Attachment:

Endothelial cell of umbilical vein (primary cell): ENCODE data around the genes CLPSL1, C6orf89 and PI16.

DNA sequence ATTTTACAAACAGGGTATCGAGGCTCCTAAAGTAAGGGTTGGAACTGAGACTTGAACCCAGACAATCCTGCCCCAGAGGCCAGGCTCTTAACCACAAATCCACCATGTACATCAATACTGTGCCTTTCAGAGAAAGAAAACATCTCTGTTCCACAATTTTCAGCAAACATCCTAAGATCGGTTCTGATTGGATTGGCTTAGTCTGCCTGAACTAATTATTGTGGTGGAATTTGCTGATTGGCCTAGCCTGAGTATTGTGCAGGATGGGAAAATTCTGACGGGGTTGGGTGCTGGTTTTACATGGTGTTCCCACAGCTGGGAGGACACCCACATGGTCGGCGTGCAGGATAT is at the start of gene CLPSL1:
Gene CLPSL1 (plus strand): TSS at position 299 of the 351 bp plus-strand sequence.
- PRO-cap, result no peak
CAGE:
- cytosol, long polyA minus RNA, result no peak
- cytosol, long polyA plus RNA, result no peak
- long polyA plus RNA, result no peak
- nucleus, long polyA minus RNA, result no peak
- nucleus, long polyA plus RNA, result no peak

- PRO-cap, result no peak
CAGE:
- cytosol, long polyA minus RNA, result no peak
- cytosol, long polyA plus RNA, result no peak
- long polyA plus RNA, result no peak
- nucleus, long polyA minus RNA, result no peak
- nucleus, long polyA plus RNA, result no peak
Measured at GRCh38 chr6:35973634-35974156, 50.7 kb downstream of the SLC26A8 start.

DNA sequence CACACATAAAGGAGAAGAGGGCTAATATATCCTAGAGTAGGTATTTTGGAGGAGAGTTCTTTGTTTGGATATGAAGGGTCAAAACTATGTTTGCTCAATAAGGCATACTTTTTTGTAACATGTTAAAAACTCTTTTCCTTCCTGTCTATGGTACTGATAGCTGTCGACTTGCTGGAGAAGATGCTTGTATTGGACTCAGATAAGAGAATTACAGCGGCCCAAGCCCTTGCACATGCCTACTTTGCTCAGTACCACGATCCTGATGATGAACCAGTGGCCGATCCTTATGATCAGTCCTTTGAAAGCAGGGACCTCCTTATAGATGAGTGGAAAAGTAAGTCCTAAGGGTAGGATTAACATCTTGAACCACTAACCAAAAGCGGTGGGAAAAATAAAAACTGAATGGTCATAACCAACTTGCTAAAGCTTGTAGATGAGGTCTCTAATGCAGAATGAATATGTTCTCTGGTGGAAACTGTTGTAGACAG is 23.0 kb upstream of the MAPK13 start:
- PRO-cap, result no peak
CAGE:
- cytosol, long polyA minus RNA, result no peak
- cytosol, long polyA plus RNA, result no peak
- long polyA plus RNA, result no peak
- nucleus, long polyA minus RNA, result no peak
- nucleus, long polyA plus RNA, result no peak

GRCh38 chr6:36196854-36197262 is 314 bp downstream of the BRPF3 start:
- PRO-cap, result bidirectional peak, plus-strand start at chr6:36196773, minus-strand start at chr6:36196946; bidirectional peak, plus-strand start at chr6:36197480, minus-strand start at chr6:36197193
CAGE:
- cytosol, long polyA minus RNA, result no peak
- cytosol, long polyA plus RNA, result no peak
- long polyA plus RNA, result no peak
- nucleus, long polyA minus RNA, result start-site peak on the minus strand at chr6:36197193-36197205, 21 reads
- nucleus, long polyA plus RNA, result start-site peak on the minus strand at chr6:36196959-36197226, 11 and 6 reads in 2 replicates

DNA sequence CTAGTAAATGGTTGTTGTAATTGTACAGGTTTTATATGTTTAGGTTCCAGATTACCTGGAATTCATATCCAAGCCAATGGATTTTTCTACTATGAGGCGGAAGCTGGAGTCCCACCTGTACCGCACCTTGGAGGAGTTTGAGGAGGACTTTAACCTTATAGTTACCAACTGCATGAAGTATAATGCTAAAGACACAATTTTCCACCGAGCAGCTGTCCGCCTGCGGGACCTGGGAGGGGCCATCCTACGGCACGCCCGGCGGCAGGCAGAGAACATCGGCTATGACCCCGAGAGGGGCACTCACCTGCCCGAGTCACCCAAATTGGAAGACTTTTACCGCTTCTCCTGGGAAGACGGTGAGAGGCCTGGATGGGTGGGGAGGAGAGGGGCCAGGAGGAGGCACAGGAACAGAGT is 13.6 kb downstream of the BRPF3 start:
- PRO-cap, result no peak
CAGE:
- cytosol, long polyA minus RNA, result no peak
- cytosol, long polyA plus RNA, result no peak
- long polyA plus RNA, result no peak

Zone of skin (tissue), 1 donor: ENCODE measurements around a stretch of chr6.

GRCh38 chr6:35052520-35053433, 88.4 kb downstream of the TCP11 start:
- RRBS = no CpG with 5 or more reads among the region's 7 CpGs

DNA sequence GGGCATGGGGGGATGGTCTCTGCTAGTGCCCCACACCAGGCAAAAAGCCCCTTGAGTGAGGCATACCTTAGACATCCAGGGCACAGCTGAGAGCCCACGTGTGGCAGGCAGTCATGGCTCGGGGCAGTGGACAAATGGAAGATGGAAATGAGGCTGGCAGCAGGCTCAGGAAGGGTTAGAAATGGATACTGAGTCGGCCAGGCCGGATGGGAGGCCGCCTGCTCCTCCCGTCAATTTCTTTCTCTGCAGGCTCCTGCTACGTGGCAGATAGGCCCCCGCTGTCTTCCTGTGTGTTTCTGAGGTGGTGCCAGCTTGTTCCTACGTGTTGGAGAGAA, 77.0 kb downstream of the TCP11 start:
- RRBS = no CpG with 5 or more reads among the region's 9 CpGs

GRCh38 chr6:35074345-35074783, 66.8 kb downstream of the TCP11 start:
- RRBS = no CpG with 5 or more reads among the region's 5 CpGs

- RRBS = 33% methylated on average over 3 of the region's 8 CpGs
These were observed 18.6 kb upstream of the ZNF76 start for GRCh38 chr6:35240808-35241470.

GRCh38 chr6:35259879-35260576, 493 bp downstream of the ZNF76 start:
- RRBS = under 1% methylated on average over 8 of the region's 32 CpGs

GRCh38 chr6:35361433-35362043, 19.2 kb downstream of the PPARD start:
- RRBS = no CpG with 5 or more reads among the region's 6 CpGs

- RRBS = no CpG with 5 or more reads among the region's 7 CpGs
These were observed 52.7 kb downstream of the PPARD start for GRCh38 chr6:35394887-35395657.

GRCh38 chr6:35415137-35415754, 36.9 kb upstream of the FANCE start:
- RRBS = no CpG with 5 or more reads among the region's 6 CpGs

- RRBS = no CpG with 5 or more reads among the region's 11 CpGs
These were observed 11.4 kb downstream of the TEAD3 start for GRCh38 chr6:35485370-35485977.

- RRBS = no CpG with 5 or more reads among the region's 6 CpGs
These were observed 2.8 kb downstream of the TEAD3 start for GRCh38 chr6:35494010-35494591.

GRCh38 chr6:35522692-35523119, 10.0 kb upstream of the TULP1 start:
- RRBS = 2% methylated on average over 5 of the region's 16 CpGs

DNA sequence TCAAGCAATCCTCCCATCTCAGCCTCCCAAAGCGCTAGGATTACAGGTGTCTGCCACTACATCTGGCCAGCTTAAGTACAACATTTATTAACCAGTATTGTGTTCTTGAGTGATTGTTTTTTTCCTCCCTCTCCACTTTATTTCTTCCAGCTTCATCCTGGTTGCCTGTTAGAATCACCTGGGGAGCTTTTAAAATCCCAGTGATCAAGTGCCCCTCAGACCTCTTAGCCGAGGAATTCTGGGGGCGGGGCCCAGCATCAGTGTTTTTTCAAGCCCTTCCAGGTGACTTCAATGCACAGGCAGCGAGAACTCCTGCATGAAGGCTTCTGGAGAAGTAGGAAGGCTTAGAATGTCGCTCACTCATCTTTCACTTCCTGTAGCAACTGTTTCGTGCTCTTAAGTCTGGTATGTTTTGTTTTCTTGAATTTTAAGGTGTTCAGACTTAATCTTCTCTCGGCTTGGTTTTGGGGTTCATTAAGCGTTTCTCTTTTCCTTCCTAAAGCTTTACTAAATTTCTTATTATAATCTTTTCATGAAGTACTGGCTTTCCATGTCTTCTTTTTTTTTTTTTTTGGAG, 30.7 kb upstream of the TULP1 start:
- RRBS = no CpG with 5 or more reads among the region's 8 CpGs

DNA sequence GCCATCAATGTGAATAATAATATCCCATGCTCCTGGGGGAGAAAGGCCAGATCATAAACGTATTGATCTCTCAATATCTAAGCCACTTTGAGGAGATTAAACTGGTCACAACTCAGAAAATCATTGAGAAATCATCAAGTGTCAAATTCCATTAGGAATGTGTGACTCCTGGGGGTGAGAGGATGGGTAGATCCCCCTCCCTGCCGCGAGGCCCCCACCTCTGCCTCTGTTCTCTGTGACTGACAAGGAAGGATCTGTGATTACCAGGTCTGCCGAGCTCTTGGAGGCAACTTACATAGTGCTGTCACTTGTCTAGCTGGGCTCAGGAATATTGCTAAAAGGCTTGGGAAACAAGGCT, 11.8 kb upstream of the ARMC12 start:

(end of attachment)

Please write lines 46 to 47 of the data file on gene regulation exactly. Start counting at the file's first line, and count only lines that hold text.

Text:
GRCh38 chr6:35074345-35074783, 66.8 kb downstream of the TCP11 start:
- RRBS = no CpG with 5 or more reads among the region's 5 CpGs